In an unsurprising turn of events, the nation was split down the middle last week as U.S. circuit judge Brett Kavanaugh was questioned during a Senate hearing following accusations of sexual assault.
Like so many Americans, I have strong opinions about the events that transpired – the believability of Christine Blasey Ford and Kavanaugh, the conduct of the Supreme Court nominee during his questioning, the question of endangering people’s careers and good names with unsubstantiated claims, the very serious issue of sexual assault and rape culture in this country and the politically driven attacks from both sides of the aisle that turned what is a serious problem for everyday women in America into a national dog and pony show.
Also unsurprisingly, my own opinions do not seem to be conservative enough for my family or liberal enough for my friends. So I write to you, once again, as a woman without a party, a voice from the lonely middle of the aisle.
I could address in detail the issues listed above, but this week I want to instead bring to light an issue raised during the Kavanaugh hearing that I think has a much more immediate impact on the families and communities in East County: the conduct of young people.
Specifically, I want to draw your attention to issues, the double standard regarding the assumption of innocence between our boys and our girls and the complicity of conduct our young people may not – but should – realize they are a part of.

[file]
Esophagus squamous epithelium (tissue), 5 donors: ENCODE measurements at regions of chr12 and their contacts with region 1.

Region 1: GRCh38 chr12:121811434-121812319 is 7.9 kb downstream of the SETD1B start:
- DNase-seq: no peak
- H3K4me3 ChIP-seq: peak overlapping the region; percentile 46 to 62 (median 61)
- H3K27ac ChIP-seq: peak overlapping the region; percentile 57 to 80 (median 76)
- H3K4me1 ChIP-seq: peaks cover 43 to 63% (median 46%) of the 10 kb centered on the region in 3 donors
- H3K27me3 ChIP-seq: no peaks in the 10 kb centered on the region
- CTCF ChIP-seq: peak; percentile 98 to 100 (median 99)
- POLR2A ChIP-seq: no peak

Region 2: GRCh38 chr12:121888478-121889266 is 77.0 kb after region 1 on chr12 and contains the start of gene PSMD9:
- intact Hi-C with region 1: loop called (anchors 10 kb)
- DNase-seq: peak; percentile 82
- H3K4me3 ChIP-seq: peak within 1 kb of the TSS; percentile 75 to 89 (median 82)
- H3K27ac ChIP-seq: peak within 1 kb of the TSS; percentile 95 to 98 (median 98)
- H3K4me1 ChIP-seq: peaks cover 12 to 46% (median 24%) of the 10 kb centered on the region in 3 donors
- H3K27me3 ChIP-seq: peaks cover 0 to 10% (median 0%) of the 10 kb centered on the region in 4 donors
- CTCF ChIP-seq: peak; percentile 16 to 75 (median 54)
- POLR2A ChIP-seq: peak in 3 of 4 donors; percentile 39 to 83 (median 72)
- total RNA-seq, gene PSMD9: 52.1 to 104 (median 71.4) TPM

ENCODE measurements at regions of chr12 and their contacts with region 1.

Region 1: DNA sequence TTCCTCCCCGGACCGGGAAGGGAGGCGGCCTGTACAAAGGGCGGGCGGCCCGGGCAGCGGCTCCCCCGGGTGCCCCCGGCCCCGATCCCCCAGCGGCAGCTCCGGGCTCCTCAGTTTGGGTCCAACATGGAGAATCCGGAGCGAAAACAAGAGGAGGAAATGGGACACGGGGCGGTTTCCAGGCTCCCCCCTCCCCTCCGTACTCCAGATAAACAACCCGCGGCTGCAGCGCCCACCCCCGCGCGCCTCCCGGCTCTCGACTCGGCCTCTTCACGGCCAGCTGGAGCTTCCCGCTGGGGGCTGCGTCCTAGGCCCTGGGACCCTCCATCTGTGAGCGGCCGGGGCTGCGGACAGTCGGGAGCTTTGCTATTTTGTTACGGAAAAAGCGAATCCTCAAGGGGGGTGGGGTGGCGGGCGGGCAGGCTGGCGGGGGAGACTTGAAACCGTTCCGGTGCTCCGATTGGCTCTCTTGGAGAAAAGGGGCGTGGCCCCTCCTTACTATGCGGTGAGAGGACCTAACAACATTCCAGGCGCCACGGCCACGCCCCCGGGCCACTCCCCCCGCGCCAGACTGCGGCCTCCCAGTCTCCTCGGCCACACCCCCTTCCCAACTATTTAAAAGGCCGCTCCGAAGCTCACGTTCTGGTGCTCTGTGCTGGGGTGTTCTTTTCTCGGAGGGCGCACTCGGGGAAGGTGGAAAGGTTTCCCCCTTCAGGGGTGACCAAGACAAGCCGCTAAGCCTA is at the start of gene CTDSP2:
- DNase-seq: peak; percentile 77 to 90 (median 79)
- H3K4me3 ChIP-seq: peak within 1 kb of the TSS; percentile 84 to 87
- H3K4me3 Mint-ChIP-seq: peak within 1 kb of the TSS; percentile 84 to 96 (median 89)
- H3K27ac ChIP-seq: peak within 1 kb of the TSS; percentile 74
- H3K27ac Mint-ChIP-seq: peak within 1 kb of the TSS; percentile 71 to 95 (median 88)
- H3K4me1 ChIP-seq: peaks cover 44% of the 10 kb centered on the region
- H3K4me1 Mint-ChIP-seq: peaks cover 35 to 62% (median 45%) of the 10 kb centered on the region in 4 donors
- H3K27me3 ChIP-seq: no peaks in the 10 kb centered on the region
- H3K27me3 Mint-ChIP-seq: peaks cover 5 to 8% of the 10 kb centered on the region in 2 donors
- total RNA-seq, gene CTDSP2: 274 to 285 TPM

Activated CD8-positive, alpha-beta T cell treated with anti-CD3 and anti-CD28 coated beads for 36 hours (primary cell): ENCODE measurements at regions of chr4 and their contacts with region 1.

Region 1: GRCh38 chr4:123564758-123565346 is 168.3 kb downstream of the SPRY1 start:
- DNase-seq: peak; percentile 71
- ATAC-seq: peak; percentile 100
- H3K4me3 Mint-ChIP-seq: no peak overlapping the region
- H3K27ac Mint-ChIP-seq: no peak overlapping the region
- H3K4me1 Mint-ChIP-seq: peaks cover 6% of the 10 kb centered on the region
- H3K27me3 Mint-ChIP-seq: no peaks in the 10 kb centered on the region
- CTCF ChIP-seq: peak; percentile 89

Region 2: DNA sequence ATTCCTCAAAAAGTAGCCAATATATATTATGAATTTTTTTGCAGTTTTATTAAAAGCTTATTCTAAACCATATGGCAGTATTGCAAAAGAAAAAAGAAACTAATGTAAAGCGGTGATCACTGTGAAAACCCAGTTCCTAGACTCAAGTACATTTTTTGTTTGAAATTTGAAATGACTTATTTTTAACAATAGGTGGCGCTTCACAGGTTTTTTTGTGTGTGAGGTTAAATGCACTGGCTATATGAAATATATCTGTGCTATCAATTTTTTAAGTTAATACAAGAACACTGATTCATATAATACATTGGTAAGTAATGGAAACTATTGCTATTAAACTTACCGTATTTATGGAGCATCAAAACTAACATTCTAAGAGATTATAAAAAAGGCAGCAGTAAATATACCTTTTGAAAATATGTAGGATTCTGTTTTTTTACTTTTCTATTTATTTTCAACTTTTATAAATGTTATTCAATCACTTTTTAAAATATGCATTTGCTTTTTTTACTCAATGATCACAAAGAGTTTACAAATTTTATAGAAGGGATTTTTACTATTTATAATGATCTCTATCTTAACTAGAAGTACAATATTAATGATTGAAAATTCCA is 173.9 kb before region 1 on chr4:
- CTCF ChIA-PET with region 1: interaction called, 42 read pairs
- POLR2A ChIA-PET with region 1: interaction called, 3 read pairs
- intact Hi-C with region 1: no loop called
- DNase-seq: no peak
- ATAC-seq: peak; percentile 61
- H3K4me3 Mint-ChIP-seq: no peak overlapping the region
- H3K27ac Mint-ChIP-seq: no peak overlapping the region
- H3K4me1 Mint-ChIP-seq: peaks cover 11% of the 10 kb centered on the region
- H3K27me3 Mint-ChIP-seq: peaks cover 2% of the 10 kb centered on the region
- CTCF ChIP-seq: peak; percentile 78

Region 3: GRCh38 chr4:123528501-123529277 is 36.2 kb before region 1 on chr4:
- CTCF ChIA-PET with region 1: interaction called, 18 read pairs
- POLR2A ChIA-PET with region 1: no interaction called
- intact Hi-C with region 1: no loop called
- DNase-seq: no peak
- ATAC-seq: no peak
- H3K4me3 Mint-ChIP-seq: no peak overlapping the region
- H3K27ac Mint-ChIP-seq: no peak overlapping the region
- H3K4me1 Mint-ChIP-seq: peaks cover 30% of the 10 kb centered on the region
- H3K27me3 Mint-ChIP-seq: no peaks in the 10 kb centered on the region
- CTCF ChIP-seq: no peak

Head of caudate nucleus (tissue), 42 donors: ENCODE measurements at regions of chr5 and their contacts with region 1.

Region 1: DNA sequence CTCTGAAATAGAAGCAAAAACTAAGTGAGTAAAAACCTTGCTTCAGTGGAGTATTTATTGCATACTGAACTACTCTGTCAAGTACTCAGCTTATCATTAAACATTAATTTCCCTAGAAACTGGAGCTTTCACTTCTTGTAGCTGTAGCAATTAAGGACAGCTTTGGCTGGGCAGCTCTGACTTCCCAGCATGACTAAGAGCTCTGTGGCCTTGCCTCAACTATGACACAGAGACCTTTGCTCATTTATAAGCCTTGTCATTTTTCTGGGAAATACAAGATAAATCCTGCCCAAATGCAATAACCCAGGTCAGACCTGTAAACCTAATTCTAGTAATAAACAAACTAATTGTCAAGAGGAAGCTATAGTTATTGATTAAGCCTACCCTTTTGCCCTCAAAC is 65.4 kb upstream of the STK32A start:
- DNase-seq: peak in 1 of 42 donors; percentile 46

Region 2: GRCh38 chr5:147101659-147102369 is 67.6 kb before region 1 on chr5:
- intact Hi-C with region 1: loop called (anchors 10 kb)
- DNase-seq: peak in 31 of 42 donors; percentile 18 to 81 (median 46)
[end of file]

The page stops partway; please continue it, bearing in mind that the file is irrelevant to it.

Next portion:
The double standard should be easy to address.
When a girl is assaulted, society asks her, “why were you at that party?” “why were you dressed that way?” or “why did you drink so much?” – all these questions, of course, subtly shift the blame of her assault from her assailant onto her.
Recently, a bevy of memes have made their debut on social media concluding that all men are now in danger of their lives being ruined if a woman falsely accuses them of misconduct without proof.
What if we held our young men to the same standard we hold our young women to? What if, when a woman claims she was a victim of their misbehavior, we asked our boys, “why were you at that party?” or “why did you drink so much?”
The truth is, both the boys and girls in our community would find themselves far less often in positions where they could be victimized by assault or falsely accused of assault if they did not participate in a cultural context where assault seems to be so frequent.
The AP reported that between 2011 and 2015, nearly 17,000 sexual assaults were committed by U.S. students – non-college students, high school-age and younger.
Universities are a problem in and of themselves. The Guardian reported that fraternity brothers are three times more likely to commit rape than other students on campus and sorority girls are roughly 74 percent more likely to be raped than other students on campus. The same article detailed the lurid pursuits of college fraternities, like the Georgia Tech frat that sent out an email entitled, “Luring your Rapebait,” or the Wesleyan frat that was nicknamed “the Rape Factory.”
Party culture is dangerous, which brings us to our second point.
When high schoolers and college students willingly attend and participate in parties where misconduct is taking place, and they are aware of it, they are complicit in that misconduct.
Julie Swetnick, the third accuser to come forward against Kavanaugh, claimed that she attended parties where boys spiked drinks to make girls vulnerable targets. She described a series of violations made against her personally at one of these parties. Although, with new information, it looks as though her claim that Kavanaugh was involved in sexual assault at one of those parties is less than credible, I have no doubt that her experiences were real.